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Roman Architecture - Circuses

( Originally Published 1921 )

The plan of a Roman circus, like that of a Greek hippodrome, was probably based upon the Greek stadion, which was, however, principally used for foot races and athletic sports, and one usually formed part of the Roman therm. The Roman circus was designed for chariot and horse races.

The Circus Maximus, Rome (p. 172 B, C, D), so called from its great size, was rebuilt by Julius Caesar in the valley between the Aventine and Palatine Hills, but has long since disappeared. It was restored by Augustus, and it is on record that no less than 3,500 beasts were killed in the circus in his reign when, as the Colosseum was not yet built, it served as an amphitheatre. Later emperors, such as Vespasian, Titus, and Hadrian, enriched it with costly marbles, mosaics, columns, and statues, and it must have been one of the most magnificent buildings of its time. The obelisk now in the Piazza del Popolo was originally placed by Augustus on the spina or dividing wall, which ran down the middle of the arena in a slightly oblique direction, so that the chariots might have more room at the starting end. The restored view (p. 172 D) shows its probable appearance in the fourth century of our era. It measured about 2,000 ft. long and 65o ft. wide, and, according to Pliny (Hist. Nat. XXXVI, 102), it held 250,000 spectators. The same authority gives detailed information of the number of wild beasts, from elephants and lions to porcupines, which were slaughtered. The " carceres " held the chariots and horses, and rising on either side were the raking seats of the auditorium. The bas-relief gives a good idea of a racing quadriga (p. 172 C) and the relief on a lamp shows the triumphant victor in a race.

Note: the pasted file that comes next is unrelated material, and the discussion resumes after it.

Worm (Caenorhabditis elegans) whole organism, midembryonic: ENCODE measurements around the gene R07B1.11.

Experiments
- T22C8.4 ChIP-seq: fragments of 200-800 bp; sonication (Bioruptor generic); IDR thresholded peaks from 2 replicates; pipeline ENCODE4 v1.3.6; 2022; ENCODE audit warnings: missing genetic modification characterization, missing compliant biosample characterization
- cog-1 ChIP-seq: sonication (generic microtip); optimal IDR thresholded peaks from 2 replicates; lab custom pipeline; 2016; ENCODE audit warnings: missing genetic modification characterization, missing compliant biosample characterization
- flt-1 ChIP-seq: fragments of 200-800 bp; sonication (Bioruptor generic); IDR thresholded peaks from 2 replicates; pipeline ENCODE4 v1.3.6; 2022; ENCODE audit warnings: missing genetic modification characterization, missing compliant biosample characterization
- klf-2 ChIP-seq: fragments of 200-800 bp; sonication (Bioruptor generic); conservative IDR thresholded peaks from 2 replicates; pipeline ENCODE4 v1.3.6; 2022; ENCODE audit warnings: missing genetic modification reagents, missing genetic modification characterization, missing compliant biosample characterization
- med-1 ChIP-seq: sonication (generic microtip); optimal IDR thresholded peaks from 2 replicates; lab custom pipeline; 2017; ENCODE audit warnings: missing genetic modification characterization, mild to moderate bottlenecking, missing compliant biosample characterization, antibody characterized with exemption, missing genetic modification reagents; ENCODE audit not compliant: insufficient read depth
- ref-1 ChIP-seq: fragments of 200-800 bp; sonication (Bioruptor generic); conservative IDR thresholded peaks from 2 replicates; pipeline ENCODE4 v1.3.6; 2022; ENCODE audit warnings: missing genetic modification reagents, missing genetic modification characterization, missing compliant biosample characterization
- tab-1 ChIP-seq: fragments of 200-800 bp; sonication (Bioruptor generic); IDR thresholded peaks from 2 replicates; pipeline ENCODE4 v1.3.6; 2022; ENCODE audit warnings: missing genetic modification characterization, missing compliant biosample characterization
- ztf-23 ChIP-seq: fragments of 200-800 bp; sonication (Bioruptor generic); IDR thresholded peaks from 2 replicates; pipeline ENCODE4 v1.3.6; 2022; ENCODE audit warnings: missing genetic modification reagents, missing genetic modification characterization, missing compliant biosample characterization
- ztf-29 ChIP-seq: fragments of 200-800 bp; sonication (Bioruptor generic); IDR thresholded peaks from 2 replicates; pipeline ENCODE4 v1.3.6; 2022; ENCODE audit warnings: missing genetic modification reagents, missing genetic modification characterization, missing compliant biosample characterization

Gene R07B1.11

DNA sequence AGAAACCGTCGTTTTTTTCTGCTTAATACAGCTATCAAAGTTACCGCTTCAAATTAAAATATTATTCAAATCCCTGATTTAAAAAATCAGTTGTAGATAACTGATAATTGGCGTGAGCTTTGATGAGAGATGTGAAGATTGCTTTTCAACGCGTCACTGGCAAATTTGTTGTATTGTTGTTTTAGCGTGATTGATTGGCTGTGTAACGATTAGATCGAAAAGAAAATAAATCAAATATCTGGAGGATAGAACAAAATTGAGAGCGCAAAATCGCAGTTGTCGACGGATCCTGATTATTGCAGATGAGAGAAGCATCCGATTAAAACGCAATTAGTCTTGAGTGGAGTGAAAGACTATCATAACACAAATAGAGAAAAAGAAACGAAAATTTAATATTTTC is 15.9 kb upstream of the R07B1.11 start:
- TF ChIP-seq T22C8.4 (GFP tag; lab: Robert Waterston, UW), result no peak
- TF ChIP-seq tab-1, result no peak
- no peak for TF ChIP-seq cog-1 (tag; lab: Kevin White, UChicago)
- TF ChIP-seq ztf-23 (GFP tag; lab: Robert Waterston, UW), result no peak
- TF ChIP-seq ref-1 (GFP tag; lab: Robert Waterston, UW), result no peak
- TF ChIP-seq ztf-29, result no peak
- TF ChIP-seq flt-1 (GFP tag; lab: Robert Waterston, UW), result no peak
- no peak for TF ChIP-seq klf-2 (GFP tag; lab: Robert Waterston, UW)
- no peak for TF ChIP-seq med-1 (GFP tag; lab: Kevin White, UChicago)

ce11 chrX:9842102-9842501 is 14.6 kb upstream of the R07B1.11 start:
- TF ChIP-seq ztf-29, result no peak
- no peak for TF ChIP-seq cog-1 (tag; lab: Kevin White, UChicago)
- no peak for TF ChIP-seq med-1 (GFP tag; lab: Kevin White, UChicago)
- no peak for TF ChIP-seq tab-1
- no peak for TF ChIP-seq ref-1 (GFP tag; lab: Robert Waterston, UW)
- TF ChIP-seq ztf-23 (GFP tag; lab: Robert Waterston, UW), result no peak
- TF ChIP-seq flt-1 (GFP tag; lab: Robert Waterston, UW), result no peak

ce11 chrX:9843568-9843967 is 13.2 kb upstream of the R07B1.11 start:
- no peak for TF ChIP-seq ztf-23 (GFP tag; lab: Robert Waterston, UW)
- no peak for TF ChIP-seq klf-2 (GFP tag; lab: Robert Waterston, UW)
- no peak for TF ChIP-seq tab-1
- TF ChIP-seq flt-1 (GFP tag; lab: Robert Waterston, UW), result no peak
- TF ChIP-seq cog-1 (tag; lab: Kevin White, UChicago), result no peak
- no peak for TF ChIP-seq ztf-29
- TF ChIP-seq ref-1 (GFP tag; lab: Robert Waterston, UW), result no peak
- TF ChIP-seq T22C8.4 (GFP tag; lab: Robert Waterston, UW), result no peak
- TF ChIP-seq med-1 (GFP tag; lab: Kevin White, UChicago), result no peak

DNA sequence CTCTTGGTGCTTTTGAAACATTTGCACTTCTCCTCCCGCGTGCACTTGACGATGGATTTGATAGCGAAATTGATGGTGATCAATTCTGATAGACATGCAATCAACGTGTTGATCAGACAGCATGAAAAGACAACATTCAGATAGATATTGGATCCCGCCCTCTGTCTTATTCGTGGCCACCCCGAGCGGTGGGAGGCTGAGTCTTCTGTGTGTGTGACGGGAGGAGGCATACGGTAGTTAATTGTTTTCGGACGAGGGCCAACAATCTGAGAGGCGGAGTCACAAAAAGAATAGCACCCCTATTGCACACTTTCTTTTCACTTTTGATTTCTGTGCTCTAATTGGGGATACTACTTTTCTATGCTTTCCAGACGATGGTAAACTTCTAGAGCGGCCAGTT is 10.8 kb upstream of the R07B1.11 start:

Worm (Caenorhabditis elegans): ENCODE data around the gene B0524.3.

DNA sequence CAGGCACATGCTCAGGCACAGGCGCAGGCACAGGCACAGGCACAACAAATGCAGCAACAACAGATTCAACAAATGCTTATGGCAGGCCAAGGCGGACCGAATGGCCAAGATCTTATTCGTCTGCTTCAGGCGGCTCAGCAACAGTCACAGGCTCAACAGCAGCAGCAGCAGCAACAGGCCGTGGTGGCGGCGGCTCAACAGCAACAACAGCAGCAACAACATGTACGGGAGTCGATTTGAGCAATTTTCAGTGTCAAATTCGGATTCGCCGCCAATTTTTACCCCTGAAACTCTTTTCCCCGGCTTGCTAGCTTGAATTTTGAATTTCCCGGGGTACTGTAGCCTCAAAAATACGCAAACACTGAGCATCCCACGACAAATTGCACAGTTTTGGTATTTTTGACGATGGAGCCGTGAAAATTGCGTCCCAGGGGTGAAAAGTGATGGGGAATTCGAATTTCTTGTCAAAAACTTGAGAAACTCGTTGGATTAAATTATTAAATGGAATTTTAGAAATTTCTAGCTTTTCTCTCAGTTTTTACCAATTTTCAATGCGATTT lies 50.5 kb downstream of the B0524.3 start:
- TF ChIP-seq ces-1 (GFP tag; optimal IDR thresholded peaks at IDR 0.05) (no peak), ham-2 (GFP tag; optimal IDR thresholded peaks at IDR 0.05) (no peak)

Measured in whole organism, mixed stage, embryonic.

The Circus of Maxentius, Rome (A.D. 311), (p. 172 A), of which vestiges still remain, consisted of a long, open, circular-ended arena with a " spina " on its longer axis, and was surrounded by tiers of marble seats, supported on raking vaults. At one end of the arena were the " carceres " or stalls for horses and chariots, with a central processional entrance and two side entrances, and at the opposite end was the " Porto, Triumphalis," and the whole was enclosed by a concrete wall. The circuses of Domitian, Hadrian, Nero, Flaminius, and Sallust were other important examples in the Imperial City.

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